Marin’s proposal drew alarm from legislators, who questioned the Commission’s authority to unilaterally reverse the legislature’s 1992 decision to improve civil rights enforcement by authorizing the use of ALJs with expertise in civil rights laws. They objected to Marin’s proposal in a September 11, 2007 letter to the governor signed by Senate President Pro Tem Perata, Assembly Speaker Nunez, and the chairs of the Senate Judiciary Committee, Senate Labor Committee, Senate Budget Committee, Senate Health Committee, Assembly Labor Committee, Assembly Judiciary Committee, Assembly Budget Committee, Latino Legislative Caucus, Legislative Black Caucus, Asian Pacific Islander Legislative Caucus, and the Legislative Lesbian, Gay, Bisexual and Transgender Caucus.
The legislators’ letter warned that, if implemented, Marin’s proposal “would be a significant setback to civil rights enforcement in the State of California and contrary to the express intent of the Legislature.” It urged the governor to postpone a vote on the proposal “until this matter has been fully investigated and appropriately vetted with the Legislature.”
The legislators’ letter also expressed concern about the timing of the vote, in light of the fact that two of the seven Commissioners, who are appointed by the governor and whose terms were expiring that month, might feel pressured to vote for Marin’s proposal “not because it is reasonable or justified but in order to maintain their positions.” (The text of the letter appears at http://www.californiaprogressreport.com/2007/09/threat_to_civil.html).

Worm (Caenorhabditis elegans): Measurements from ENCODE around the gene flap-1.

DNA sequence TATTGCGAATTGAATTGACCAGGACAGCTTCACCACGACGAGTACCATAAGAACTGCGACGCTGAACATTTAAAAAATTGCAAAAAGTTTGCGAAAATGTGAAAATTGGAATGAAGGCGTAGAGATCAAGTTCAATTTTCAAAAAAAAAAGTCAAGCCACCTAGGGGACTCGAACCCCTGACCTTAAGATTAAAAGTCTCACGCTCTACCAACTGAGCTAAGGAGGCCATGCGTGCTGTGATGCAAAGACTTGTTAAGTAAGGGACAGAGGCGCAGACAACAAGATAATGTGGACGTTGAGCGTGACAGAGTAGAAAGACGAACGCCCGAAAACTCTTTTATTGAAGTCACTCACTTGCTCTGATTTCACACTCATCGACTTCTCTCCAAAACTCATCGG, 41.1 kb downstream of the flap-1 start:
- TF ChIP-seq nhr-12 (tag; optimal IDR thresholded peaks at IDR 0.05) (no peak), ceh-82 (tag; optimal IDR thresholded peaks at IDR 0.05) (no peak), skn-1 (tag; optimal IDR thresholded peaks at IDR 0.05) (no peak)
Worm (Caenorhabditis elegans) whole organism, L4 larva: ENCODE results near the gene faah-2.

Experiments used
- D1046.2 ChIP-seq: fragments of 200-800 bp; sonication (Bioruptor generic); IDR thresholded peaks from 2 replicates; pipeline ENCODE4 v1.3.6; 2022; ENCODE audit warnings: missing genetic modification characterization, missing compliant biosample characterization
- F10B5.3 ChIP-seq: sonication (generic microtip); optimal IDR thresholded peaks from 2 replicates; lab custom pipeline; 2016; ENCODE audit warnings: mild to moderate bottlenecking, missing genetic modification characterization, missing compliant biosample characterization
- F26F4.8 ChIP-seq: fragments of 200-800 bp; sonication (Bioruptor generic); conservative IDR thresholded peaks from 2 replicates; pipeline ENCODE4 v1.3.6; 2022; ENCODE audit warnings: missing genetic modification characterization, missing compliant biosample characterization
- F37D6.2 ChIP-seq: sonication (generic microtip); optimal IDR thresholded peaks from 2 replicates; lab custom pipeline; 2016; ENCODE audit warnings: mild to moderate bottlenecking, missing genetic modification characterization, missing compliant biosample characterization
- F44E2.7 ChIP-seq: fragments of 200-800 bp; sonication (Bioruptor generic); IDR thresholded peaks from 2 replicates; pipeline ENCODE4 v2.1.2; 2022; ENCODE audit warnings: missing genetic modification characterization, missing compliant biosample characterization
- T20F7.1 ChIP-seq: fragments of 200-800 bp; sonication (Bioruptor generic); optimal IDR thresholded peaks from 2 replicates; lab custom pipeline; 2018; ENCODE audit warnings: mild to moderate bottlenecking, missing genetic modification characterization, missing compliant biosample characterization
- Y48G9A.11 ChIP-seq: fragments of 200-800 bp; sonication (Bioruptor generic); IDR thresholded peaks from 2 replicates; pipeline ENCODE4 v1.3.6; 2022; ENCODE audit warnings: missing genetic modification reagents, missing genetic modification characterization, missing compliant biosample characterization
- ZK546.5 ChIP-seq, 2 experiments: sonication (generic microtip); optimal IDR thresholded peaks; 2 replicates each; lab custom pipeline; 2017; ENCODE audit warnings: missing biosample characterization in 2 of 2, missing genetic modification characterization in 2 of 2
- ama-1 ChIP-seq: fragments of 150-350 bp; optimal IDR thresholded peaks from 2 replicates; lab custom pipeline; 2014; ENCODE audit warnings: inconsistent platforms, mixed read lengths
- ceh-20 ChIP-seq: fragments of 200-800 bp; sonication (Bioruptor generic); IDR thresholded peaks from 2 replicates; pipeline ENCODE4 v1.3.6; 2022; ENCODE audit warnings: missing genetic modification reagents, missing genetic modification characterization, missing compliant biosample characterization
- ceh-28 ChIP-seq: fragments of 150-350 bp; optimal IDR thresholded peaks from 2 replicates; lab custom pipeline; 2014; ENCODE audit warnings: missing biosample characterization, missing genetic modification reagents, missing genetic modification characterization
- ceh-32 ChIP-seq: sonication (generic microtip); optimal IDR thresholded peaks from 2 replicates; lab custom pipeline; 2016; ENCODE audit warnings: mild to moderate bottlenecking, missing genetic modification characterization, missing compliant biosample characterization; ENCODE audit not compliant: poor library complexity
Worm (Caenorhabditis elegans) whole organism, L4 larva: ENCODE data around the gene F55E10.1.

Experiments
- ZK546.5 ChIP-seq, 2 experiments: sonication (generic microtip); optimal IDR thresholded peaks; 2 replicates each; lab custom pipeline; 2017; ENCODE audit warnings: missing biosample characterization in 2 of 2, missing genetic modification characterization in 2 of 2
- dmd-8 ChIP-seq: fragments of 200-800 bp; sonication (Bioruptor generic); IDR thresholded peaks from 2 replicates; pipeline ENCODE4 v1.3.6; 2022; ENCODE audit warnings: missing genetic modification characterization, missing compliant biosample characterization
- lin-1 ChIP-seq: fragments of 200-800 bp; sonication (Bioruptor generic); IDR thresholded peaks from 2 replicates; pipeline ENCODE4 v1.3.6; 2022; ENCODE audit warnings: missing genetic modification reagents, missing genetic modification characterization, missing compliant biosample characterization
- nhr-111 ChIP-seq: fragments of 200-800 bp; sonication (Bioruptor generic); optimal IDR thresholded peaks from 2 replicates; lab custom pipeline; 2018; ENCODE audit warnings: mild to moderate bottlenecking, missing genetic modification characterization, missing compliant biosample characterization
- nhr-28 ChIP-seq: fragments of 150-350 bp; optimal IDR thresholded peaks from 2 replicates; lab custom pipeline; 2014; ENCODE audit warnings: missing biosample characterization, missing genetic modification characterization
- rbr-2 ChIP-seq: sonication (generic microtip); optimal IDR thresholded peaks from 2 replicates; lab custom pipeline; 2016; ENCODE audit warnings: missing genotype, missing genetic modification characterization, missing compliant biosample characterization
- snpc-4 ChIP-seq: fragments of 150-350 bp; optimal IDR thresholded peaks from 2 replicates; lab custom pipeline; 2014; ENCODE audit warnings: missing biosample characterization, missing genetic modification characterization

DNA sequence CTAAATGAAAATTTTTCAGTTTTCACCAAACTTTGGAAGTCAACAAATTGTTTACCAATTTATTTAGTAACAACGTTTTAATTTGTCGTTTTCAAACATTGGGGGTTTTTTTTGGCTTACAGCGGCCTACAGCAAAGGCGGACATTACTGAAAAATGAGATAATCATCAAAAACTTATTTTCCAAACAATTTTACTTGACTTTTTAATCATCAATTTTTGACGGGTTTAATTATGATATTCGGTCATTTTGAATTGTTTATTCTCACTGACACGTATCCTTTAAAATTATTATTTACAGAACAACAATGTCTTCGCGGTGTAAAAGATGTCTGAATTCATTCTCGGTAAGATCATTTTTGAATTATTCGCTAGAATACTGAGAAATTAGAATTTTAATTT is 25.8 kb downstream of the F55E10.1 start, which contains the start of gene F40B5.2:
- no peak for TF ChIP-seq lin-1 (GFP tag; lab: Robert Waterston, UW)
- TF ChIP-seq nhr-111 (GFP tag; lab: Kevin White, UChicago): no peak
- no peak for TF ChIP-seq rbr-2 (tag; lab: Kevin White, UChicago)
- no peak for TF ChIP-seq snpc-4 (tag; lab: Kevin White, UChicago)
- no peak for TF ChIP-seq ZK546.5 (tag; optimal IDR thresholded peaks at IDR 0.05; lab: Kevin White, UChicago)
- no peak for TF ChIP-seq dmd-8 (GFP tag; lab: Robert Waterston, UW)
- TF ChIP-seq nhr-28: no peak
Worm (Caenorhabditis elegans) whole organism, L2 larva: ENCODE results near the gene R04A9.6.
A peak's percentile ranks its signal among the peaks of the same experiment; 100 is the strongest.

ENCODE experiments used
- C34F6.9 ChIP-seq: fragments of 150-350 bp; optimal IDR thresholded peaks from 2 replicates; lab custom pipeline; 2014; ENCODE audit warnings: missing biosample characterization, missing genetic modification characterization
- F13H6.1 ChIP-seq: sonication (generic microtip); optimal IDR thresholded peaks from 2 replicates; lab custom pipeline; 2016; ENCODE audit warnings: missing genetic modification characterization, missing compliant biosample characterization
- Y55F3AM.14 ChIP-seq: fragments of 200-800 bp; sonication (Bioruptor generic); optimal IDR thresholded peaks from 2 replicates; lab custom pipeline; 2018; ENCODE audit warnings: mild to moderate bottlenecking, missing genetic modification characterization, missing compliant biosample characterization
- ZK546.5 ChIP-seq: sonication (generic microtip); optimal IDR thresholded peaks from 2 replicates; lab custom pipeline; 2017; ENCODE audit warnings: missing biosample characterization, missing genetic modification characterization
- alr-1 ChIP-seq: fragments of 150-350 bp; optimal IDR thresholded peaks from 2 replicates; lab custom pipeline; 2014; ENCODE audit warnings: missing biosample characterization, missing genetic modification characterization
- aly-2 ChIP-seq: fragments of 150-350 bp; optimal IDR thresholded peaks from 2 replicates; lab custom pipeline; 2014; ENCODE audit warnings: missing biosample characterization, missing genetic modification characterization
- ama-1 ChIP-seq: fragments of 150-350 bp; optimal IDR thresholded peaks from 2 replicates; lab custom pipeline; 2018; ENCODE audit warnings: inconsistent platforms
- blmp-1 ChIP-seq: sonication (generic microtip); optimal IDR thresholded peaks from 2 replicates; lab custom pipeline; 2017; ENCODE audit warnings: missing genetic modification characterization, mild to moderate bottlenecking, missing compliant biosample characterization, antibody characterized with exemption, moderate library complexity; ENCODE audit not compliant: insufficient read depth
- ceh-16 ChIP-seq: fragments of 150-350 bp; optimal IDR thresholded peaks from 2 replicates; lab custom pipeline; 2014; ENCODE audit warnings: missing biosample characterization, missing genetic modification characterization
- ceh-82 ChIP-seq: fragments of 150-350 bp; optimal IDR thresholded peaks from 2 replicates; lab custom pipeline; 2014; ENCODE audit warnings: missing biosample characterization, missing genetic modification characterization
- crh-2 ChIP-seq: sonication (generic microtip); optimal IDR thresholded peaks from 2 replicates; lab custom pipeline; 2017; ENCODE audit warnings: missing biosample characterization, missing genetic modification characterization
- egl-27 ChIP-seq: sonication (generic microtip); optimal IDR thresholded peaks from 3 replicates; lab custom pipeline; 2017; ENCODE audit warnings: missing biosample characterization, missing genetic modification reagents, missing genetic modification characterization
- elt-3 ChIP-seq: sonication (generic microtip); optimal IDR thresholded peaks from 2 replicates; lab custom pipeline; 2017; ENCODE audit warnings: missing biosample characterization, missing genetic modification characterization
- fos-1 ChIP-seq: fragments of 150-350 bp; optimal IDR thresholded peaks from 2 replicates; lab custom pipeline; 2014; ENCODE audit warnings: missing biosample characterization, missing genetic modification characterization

Governor Schwarzenegger asked Marin to respond. In a letter to the legislators, she wrote that her proposal “was developed following a thorough, thoughtful and deliberate vetting process” that had determined that there was “an insufficient caseload to justify four full-time staff to hear only” fair employment and housing cases. Marin stated that over the past few years, the Commission’s ALJs had issued an average of eight decisions per year. (The text of Marin’s letter appears at http://www.californiaprogressreport.com/2007/09/senator_sheila_1.html).
When Marin’s letter failed to appease her critics, she issued an invitation via e-mail at 12:19 a.m. to a handful of civil rights advocates on the day of the hearing, inviting them to participate in a half-hour conference call with her at 9:30 a.m. The e-mail, which was forwarded by one recipient to the California Coalition for Civil Rights’ ListServ less than 15 minutes before the call, contained an incorrect call-in number. A statement later issued by Senator Sheila Kuehl noted that this ensured that “only the most resourceful and dedicated defenders of equality would be able to locate the teleconference, should they actually hear of it.”